Quick Facts
  • 1 kilogram of pork is responsible for the same amount of CO2 output as 80 kilograms of potatoes

  • For the production of 1 kilogram of beef, 15.4 kilograms of CO2 is emitted, compared to 0.7 kilograms of CO2 for lentils

  • Food and nutrition is responsible for around 30 percent of the environmental impact 

  • The conversion from animal to plant nutrition can thus reduce the nutritional footprint ten times more effectively than the conversion from foreign to Swiss products.

  • A vegetarian dish pollutes the climate on average three times less than a dish with meat. Vegan dishes are even better.

Below we provide some links which will help you become more aware and knowledgeable of seasons and how to assess certain product labels. 

One of the largest greenhouse gas contributors is the agricultural industry, especially livestock. We as consumers have the power of choice.  We steer the demand of products and company offerings. 


One of the easiest ways to contribute towards positive change in this manner is to eat less meat. A simple choice between animal or vegetable foods, can and will have a tremendous impact on our environment. Many alternative sources of protein are popping up from insects to plant based meat.  As with many things we consume, we simply enjoy the “thing” itself without thinking what consequences this may have if everyone consumed the way that we do.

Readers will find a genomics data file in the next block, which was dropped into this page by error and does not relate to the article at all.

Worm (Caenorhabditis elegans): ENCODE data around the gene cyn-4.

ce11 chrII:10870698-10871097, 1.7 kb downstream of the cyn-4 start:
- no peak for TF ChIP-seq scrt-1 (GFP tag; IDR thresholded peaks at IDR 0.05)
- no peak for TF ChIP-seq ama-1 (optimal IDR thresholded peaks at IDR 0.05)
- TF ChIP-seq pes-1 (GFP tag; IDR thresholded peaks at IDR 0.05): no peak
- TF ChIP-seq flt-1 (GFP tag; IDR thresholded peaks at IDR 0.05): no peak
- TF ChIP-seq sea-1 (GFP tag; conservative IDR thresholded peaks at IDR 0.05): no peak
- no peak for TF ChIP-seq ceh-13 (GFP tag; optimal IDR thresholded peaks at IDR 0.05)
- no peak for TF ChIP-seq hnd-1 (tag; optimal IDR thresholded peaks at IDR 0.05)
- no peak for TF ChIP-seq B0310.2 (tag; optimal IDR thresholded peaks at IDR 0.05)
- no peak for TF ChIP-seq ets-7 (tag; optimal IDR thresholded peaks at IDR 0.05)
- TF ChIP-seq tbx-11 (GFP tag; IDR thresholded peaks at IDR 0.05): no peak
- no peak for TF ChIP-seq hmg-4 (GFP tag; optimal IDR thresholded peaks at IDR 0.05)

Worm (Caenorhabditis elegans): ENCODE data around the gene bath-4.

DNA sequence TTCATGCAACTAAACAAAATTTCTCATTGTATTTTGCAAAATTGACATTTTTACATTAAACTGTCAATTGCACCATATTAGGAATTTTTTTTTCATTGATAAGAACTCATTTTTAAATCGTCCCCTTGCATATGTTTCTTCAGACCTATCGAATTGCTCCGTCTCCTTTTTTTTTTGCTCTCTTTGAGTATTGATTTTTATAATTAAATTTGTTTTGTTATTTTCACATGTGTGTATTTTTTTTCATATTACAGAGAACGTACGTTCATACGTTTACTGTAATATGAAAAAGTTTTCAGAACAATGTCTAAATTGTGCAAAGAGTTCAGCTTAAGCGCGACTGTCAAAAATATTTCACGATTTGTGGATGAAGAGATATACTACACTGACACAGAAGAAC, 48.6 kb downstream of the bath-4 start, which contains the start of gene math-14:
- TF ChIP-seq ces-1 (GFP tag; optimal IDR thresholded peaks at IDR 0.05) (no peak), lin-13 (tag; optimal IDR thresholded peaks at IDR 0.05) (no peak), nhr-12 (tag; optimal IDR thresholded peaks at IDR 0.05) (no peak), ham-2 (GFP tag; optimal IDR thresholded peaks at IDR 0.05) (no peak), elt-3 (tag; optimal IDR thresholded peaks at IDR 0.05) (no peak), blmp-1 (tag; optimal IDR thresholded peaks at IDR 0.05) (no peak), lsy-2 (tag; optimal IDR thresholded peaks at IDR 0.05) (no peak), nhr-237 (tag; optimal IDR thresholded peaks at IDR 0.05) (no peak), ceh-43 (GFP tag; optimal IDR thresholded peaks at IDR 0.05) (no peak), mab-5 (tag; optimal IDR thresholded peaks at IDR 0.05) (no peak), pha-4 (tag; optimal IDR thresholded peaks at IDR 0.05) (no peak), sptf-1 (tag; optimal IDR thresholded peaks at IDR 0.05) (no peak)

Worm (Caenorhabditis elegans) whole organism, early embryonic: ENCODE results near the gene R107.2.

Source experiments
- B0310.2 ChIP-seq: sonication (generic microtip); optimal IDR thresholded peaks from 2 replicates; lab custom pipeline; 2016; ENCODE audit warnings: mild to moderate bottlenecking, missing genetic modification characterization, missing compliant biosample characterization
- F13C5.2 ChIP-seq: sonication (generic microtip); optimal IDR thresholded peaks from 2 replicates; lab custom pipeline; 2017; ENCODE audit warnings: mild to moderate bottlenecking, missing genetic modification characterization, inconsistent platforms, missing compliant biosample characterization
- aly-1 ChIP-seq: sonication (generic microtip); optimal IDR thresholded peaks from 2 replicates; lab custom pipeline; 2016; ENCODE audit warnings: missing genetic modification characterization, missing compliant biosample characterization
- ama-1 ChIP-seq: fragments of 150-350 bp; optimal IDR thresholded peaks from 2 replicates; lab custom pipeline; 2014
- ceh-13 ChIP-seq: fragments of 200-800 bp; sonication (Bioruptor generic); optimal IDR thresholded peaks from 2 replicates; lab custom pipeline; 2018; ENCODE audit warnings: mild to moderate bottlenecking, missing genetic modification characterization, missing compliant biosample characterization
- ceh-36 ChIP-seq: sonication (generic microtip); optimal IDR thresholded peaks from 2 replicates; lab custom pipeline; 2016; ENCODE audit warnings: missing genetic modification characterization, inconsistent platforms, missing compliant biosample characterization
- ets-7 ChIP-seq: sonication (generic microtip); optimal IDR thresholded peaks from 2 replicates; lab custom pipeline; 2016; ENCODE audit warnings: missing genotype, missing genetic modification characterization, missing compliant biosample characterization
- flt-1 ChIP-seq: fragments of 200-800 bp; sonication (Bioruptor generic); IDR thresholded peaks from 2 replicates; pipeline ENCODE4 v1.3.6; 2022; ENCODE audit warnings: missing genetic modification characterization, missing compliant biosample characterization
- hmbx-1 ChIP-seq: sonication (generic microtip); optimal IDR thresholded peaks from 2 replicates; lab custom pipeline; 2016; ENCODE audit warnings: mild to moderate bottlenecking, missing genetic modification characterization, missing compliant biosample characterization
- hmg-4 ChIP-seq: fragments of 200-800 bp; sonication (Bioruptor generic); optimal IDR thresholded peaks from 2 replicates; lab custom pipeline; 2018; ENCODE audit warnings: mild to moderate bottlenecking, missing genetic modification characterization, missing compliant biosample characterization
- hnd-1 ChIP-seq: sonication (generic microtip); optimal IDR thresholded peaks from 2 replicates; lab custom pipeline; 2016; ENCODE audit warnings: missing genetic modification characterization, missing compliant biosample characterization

According to WWF Switzerland, approximately one third of the environmental impact of consumption in Europe is due to our food.  Everything revolving around livestock is particularly harmful to the environment, as it is very resource-intensive and causes significantly more greenhouse gas emissions than the cultivation of plant-based food products. Secondary by a long shot is packaging, transport, storage, preparation and disposal. 

The diet of the average Swiss is reduced by 24 percent when switching to a vegetarian diet. When eating vegan, the figure is as high as 40 percent. Regional products only improve the footprint in this area by about 4 percent.

On average, animal proteins are responsible for half of the nutritional environmental pollution. The fewer of them, the better for the climate, for our environment, thus for our livelihoods. 

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